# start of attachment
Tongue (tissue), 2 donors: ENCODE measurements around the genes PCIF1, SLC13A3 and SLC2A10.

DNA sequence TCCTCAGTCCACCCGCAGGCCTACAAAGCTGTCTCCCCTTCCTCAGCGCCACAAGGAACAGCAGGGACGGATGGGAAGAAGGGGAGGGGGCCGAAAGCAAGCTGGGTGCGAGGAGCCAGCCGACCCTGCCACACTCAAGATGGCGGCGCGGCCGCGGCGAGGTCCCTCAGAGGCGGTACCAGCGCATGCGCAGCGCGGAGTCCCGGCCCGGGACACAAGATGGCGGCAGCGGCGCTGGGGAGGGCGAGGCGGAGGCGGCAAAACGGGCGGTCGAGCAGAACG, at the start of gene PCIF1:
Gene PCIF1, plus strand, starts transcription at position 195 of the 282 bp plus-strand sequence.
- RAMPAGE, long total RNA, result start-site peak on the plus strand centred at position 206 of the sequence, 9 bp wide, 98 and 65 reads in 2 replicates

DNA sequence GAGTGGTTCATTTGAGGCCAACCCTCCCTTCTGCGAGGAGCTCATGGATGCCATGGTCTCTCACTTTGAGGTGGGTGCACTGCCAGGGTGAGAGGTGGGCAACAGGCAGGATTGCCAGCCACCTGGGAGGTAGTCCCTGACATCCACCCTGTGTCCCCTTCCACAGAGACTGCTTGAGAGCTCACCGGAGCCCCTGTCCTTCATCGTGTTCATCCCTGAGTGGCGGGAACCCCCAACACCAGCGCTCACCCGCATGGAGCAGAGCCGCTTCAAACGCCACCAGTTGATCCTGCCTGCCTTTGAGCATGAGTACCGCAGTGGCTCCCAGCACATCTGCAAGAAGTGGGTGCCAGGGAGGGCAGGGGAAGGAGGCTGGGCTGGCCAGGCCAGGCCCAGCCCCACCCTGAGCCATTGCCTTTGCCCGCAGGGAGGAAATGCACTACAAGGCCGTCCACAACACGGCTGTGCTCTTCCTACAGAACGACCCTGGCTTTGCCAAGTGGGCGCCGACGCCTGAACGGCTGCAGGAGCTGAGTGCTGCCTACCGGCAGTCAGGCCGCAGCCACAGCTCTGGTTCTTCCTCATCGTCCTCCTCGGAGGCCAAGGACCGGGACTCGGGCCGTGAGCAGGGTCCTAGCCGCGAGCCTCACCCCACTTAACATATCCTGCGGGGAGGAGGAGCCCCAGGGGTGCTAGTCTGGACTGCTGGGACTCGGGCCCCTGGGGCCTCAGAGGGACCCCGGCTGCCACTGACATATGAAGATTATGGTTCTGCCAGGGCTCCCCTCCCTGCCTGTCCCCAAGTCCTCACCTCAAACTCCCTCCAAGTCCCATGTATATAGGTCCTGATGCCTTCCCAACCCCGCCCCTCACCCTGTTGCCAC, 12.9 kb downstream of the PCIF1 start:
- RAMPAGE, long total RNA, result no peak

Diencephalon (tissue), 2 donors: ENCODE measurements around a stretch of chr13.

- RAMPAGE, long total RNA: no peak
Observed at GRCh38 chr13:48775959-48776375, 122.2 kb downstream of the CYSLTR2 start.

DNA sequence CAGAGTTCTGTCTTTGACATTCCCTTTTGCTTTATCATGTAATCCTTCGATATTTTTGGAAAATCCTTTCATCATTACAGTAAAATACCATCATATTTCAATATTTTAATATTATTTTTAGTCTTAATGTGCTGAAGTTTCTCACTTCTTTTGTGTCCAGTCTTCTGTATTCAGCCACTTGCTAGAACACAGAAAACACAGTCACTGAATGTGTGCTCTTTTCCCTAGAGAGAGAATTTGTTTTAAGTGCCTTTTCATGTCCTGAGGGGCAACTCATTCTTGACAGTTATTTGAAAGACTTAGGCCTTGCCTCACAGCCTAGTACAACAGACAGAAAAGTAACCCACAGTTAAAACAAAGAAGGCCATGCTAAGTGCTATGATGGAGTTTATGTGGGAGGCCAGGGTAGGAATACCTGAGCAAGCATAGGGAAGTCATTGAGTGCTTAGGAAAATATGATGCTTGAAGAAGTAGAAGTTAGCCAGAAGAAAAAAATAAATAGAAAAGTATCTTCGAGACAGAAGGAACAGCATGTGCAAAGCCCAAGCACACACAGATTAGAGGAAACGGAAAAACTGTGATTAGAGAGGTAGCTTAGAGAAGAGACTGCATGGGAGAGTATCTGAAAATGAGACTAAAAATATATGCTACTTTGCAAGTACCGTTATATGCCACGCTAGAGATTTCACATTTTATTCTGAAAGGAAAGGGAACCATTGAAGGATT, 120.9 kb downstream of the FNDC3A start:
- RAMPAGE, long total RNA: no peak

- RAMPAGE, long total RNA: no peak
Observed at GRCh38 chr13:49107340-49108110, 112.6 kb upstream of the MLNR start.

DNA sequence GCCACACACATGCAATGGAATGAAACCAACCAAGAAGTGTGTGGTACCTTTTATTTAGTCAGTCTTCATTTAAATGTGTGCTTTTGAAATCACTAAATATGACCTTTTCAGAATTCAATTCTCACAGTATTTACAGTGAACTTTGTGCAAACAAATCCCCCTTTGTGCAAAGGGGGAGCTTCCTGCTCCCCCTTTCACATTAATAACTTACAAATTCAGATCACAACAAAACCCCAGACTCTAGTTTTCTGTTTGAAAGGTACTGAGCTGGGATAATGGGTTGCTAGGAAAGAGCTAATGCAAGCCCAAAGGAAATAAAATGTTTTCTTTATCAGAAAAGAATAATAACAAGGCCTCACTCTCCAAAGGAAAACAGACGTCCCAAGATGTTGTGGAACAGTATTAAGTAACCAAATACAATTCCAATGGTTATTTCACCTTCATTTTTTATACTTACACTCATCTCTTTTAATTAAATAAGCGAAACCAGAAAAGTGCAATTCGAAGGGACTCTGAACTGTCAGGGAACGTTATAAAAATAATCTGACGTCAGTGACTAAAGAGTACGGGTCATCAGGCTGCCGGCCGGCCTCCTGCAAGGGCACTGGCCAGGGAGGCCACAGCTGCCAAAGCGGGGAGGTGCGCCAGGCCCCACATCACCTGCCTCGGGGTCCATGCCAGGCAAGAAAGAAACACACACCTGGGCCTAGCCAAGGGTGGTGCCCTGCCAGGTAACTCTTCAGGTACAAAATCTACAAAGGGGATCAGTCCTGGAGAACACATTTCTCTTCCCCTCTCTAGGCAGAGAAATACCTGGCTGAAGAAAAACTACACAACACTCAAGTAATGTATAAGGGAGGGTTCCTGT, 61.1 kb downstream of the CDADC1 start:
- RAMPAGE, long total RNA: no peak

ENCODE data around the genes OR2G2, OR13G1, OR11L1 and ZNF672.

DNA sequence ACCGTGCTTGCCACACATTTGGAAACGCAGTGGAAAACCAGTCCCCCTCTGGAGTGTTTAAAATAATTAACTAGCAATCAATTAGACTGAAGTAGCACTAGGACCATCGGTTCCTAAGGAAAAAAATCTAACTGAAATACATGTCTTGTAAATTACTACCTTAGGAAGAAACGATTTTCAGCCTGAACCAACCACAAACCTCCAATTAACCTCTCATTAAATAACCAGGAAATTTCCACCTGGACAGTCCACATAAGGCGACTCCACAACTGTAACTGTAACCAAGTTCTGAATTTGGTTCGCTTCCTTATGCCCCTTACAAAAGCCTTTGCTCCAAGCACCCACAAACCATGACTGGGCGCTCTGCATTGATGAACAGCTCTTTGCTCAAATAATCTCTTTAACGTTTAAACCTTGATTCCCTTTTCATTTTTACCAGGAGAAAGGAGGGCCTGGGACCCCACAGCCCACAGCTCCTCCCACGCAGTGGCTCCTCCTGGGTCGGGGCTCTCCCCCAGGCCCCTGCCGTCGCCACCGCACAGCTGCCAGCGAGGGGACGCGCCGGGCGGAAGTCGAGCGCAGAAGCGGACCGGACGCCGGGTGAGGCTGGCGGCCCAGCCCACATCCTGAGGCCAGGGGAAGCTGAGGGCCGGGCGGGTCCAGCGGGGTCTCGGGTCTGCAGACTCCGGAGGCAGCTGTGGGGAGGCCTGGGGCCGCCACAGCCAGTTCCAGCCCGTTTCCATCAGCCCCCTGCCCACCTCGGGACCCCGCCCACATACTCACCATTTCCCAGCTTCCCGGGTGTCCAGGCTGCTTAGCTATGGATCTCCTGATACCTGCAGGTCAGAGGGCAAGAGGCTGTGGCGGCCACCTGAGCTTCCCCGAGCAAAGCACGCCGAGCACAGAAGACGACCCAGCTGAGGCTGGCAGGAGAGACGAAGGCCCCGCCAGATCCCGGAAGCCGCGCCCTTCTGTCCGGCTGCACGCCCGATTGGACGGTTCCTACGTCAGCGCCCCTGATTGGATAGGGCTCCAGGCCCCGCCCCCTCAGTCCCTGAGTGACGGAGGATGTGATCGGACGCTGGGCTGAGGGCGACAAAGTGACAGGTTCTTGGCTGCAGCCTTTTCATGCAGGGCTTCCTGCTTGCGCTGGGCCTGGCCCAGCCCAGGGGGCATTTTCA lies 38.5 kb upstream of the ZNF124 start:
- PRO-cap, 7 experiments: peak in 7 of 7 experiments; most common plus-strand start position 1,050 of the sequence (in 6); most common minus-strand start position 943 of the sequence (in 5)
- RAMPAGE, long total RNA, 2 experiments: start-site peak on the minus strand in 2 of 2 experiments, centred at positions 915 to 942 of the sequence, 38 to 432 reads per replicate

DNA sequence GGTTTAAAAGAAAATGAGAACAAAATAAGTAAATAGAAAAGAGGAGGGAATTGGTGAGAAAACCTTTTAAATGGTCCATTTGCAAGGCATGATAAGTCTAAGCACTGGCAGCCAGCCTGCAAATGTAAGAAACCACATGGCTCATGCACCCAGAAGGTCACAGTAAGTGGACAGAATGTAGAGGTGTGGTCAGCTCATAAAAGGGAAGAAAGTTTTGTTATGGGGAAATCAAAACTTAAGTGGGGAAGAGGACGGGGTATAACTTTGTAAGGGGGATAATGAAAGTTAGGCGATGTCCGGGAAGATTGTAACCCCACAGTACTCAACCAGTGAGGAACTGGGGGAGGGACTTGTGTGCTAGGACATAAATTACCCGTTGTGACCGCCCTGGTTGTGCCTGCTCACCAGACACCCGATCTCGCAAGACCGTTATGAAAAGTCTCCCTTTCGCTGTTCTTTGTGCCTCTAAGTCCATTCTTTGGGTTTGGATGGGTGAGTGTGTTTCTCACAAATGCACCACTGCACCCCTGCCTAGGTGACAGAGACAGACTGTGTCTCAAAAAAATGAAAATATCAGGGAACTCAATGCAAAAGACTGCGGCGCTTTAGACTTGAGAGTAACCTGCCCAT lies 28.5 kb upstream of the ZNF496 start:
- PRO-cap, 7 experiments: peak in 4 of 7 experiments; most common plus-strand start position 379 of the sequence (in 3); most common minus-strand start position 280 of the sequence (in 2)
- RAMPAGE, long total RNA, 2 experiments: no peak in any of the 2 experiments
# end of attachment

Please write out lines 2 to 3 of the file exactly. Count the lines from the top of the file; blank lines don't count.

DNA sequence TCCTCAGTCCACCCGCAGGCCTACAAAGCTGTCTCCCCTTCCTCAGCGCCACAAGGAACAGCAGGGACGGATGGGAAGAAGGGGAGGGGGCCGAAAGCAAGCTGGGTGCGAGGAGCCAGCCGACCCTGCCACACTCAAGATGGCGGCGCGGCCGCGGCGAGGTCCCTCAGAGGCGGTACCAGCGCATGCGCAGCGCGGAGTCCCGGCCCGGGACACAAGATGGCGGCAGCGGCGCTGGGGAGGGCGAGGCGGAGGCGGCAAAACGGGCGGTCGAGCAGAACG, at the start of gene PCIF1:
Gene PCIF1, plus strand, starts transcription at position 195 of the 282 bp plus-strand sequence.